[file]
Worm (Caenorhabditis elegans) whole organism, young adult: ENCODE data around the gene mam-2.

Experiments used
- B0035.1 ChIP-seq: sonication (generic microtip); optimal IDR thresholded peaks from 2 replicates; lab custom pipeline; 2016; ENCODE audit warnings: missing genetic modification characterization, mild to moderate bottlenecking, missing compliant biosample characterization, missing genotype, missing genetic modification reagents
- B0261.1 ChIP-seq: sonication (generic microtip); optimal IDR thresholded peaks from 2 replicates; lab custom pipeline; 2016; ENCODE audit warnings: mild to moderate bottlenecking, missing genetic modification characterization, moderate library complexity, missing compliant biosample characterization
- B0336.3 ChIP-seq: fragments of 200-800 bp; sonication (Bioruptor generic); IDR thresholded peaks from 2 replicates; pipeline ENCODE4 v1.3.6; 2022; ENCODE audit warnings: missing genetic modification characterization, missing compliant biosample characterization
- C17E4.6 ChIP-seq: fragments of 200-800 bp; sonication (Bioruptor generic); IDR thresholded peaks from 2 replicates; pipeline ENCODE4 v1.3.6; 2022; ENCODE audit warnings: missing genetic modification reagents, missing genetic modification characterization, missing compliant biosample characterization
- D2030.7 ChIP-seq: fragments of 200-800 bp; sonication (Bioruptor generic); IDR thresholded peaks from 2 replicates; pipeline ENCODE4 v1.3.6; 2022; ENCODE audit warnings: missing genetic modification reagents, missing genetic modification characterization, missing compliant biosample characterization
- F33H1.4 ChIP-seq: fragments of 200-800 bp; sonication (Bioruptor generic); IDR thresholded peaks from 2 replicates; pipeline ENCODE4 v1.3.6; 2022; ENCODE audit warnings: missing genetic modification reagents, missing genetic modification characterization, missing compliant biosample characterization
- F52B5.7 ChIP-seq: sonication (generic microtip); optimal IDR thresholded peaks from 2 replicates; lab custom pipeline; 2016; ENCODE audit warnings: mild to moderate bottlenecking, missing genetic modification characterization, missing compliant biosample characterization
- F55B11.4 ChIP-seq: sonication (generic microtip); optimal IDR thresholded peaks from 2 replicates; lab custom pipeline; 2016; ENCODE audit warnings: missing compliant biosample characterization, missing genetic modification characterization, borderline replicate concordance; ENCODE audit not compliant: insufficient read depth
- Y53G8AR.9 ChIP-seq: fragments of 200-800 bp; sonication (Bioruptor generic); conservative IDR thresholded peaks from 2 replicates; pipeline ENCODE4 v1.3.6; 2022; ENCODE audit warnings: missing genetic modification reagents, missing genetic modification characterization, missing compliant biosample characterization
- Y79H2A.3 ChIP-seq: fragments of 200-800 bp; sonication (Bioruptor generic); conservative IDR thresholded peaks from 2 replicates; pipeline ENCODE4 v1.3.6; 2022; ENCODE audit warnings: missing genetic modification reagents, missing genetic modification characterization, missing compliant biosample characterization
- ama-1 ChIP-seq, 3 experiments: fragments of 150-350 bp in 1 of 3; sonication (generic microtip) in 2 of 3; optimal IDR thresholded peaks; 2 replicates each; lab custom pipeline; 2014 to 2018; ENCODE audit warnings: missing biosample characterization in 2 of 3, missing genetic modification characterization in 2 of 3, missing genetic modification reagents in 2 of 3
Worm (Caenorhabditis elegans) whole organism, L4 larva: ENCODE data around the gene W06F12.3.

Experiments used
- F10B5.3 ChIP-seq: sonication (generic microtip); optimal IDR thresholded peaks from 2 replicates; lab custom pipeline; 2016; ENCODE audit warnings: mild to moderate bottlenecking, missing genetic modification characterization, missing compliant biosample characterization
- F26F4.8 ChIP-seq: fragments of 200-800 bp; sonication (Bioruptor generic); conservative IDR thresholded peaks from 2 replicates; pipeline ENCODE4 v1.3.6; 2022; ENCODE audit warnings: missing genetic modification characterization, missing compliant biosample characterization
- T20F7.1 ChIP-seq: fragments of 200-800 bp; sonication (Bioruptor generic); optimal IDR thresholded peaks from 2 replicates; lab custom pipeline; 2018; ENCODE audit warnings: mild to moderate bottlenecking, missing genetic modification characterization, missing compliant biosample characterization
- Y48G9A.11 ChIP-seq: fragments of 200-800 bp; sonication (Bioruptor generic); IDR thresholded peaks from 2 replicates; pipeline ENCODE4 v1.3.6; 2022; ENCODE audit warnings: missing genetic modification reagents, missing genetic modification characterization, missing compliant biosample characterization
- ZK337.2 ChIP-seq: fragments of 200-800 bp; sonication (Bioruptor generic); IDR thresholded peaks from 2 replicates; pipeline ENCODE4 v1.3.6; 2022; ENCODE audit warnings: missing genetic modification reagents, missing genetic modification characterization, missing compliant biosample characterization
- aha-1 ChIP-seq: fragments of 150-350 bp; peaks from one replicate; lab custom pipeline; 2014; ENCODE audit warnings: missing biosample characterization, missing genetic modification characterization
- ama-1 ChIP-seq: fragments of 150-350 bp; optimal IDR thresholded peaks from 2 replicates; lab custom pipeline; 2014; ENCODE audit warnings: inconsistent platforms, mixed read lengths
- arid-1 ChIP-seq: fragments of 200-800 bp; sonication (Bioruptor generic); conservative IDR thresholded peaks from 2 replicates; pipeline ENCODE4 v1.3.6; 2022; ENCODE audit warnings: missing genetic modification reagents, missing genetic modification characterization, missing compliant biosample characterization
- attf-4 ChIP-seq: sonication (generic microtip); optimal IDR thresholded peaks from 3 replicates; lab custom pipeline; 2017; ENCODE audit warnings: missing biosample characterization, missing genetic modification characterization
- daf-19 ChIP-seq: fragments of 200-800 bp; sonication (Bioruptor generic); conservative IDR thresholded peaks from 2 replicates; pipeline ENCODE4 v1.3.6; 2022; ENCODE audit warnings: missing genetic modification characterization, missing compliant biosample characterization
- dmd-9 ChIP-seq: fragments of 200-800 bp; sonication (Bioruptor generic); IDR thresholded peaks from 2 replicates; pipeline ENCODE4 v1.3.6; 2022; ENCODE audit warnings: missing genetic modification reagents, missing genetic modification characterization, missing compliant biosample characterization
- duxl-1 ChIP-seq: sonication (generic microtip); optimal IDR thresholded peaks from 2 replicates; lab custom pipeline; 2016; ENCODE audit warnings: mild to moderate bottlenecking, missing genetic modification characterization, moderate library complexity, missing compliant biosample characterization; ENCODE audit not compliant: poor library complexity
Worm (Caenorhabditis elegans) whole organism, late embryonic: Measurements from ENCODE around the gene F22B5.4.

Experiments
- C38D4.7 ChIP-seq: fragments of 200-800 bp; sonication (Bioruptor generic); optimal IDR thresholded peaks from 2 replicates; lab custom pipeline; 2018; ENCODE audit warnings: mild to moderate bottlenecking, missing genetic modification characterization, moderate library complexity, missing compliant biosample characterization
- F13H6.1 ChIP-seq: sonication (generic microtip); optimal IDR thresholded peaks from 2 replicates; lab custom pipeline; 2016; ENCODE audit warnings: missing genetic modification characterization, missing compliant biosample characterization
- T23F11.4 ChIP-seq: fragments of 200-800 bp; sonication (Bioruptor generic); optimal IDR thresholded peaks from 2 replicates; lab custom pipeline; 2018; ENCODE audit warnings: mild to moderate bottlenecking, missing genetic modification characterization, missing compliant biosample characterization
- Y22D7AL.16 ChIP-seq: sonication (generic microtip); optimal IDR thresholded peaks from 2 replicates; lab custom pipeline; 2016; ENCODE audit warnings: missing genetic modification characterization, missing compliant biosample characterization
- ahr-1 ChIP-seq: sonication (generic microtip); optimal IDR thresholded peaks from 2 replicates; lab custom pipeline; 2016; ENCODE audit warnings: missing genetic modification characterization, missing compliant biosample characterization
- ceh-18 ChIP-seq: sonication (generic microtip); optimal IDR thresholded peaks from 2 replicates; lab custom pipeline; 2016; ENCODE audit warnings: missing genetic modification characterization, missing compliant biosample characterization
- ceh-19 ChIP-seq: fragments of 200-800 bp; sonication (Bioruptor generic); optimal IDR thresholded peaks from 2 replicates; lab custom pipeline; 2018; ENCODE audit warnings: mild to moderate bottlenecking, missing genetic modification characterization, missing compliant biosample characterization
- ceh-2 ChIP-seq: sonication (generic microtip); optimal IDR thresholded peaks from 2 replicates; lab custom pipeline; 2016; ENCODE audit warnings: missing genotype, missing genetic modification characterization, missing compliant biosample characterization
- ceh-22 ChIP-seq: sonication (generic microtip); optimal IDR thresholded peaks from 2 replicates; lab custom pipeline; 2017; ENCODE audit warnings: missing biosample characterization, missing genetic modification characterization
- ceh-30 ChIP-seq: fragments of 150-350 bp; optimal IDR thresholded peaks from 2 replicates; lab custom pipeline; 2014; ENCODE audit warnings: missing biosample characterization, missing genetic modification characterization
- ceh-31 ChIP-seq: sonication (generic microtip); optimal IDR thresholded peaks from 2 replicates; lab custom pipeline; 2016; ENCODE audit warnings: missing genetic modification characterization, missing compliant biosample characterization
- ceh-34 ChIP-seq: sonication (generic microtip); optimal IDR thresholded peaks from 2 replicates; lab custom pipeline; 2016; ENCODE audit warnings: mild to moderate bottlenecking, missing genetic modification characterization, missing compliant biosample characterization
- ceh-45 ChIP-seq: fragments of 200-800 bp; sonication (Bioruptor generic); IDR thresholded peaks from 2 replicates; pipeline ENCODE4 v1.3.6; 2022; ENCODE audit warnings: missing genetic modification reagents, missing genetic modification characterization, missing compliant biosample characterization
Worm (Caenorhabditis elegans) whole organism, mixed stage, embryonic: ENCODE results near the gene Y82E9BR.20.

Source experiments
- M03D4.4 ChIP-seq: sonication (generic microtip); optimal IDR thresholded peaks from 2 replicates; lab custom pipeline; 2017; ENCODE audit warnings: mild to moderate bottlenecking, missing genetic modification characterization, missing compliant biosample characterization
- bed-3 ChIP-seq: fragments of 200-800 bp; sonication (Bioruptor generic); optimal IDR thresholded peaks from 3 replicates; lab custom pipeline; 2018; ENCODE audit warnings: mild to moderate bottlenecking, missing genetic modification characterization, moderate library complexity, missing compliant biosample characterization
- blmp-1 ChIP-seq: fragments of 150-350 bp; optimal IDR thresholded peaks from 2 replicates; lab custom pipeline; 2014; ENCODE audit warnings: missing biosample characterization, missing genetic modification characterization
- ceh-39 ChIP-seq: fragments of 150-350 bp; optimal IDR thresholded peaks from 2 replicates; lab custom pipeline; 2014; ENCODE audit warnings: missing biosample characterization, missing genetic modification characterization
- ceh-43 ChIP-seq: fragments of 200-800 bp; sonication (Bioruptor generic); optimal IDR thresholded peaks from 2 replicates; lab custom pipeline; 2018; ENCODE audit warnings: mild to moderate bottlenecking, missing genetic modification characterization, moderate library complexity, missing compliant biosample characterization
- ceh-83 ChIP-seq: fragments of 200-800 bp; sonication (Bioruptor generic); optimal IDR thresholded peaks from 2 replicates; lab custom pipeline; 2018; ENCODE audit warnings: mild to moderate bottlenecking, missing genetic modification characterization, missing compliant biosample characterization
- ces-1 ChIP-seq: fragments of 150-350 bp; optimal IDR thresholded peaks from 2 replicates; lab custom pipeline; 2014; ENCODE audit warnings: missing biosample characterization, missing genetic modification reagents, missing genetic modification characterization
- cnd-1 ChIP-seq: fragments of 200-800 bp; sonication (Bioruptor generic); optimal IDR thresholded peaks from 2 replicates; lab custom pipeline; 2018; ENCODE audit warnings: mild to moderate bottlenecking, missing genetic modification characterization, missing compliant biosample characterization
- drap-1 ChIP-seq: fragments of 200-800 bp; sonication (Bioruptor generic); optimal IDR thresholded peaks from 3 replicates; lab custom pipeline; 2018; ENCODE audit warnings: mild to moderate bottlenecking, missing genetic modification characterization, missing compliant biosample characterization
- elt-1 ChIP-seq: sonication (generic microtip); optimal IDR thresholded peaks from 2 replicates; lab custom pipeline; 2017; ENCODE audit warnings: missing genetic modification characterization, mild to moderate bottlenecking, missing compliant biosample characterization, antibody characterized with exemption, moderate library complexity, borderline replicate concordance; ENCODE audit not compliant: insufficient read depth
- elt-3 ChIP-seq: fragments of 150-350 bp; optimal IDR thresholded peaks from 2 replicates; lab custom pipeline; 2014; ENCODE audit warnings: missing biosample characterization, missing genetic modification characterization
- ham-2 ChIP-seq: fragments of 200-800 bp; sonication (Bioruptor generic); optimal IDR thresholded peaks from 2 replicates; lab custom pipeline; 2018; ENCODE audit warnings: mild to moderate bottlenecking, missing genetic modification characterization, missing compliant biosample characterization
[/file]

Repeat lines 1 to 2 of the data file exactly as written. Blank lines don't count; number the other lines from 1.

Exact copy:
Worm (Caenorhabditis elegans) whole organism, young adult: ENCODE data around the gene mam-2.

Experiments used